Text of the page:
We’re now more than a quarter into 2013 and already there have been some significant changes and shifts in the publishing world. Barnes & Noble has been at the top of that list, first with the buy-back and now with their latest announcement that they have revamped Pub-It. Amazon, too, has made some changes including what some writers have hinted is a “phasing out” or devaluing of the KDP “free” days. Whatever they’ve actually done, many authors have posted that the program has not resulted in the same volume of paid sales following the free days as they did in 2012. Clearly, something has shifted. But Amazon, never a company to sit on its hands, also recently purchased Goodreads. On the traditional front, the big 6 continue to scramble to keep up. What does it all mean?
Mark Coker wrote a great article late last year with several publishing predictions for 2013 (full article here). Obviously, no one can perfectly predict the future but Mr. Coker has already come pretty darn close. Several things struck me when I re-read the article.
1. Mr. Coker predicted that there would be a glut of self-published books and that it would also become increasingly hard to sell those same books. I can’t say that he’s wrong. Let’s be honest. The act of self-publishing is easy. Anyone can do it. And with the media stories about self-publishing successes and sensations, more people are willing to dip their toe in the water. As the pool of self-published books swells, it becomes increasingly difficult for a single book or author to get their work noticed. This is a common theme on many writers’ forums and websites. It’s occurred to me that perhaps Amazon has been cutting revenues to sites that advertise “free” days as a way to trim some of that glut. Just a theory…
2. The international market is a wonderful opportunity for ebooks and self-publishers. It’s been reported that Apple already sells e-books (excuse me, ibooks) in 50 countries (and counting). Both Amazon and Barnes & Noble must continue to expand to other countries to catch up or they will be left behind.
3. Mr. Coker has suggested the big 6 will become the big 4. Traditional publishing is due for some re-organization and re-tooling. Publishing is a business and as such, net revenue needs to grow. The bottom line counts! Physical books are not going away but nor are they a growing share of overall book sales. Consolidation and improved long-term strategies are in order. Maybe those mergers won’t happen in 2013, but they will happen.
4. The stigma of self-publishing will continue to disappear and self-published work may be seen more in films and TV. This seems like a logical conclusion to me (I believe it’s already happening?). Just as record labels have trolled YouTube and other outlets for up and coming musicians, film companies and networks will look to well-liked self-published works for something new and creative. Hollywood loves a rags to riches story. And while it’s true that Hollywood has always had their blockbusters, it’s often the indie films that take home the prizes.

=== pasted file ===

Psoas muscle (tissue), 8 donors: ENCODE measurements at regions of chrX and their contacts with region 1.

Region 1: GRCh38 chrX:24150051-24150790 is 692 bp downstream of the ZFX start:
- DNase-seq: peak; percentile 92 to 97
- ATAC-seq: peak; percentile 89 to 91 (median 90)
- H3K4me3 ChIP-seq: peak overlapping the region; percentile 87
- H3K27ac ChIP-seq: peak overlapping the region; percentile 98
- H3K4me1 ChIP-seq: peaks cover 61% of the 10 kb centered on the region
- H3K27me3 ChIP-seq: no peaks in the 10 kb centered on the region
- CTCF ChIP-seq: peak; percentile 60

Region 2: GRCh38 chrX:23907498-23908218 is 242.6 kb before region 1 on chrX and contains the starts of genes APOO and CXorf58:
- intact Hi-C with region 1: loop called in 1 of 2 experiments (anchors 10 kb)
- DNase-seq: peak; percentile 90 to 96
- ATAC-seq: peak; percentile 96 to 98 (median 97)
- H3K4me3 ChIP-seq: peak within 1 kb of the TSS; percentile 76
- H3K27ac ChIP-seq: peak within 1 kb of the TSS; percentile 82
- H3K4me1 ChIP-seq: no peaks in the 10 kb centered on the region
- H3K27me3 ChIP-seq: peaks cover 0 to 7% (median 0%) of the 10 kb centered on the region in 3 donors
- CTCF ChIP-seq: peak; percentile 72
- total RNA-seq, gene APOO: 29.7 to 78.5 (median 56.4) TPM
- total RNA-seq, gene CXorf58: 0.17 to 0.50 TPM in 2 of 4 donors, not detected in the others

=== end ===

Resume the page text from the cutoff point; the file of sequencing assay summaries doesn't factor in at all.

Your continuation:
None of these predictions seem farfetched in light of the sizable ebook market and self-publishing success stories. Barnes & Noble continues to stay in the fight but it’s survival remains to be seen. We’ve already seen some significant deals and announcements in 2013 and we’re only halfway through April. There’s no question, it’s a great time to be a writer. The real question is, what can we expect for the remainder of the year?
3 thoughts on “Publishing Predictions in Hindsight”
What I’d like to see — and this is beginning to happen — is more newspapers and magazines reviewing self-published books. There’s a lot of quality out there. I’m STILL astonished that Kirkus has the gall to charge self-published authors hundreds and hundreds of dollars to have their book reviewed while they do it for traditionally published authors for free. My prediction is that will change. Fast. Still, it’s not fast enough. Great post, Kellie!
Dina, that’s an excellent point. I didn’t cover all of Mr. Coker’s predictions but one got into the growth in the editorial services industry. He then cautioned writers to be wary of those who will take advantage of self-published authors. In some ways, Kirkus is doing exactly that.
I really like the idea of newspapers and print magazines (instead of just online) reviewing self-published books. At least to glance over it before automatically saying “no.” That would help with marketing/promotion.
It sounds like a fun job–I’d definitely sign up for it 🙂
In my area, self-publishers often get on the front page with a paragraph or two about the book with a picture of the author holding a paperback or hard cover. So I guess that’s a start.